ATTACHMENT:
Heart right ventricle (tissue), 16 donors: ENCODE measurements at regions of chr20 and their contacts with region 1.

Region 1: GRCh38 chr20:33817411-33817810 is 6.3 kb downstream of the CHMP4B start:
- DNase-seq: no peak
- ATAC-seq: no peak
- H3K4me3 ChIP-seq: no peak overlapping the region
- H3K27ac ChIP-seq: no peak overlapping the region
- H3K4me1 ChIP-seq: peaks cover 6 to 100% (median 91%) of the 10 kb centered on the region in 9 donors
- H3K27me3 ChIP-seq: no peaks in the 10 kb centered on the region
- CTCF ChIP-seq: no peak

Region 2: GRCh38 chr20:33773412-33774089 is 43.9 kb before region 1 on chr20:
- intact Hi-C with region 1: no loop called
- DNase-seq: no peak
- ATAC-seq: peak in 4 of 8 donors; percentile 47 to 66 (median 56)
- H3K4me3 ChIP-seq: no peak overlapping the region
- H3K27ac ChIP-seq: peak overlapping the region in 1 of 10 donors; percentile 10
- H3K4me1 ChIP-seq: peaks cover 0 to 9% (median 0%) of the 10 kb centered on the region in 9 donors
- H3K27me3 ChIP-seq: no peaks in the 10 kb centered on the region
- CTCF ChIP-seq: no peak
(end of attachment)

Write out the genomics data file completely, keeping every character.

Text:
Heart right ventricle (tissue), 16 donors: ENCODE measurements at regions of chr20 and their contacts with region 1.

Region 1: GRCh38 chr20:33817411-33817810 is 6.3 kb downstream of the CHMP4B start:
- DNase-seq: no peak
- ATAC-seq: no peak
- H3K4me3 ChIP-seq: no peak overlapping the region
- H3K27ac ChIP-seq: no peak overlapping the region
- H3K4me1 ChIP-seq: peaks cover 6 to 100% (median 91%) of the 10 kb centered on the region in 9 donors
- H3K27me3 ChIP-seq: no peaks in the 10 kb centered on the region
- CTCF ChIP-seq: no peak

Region 2: GRCh38 chr20:33773412-33774089 is 43.9 kb before region 1 on chr20:
- intact Hi-C with region 1: no loop called
- DNase-seq: no peak
- ATAC-seq: peak in 4 of 8 donors; percentile 47 to 66 (median 56)
- H3K4me3 ChIP-seq: no peak overlapping the region
- H3K27ac ChIP-seq: peak overlapping the region in 1 of 10 donors; percentile 10
- H3K4me1 ChIP-seq: peaks cover 0 to 9% (median 0%) of the 10 kb centered on the region in 9 donors
- H3K27me3 ChIP-seq: no peaks in the 10 kb centered on the region
- CTCF ChIP-seq: no peak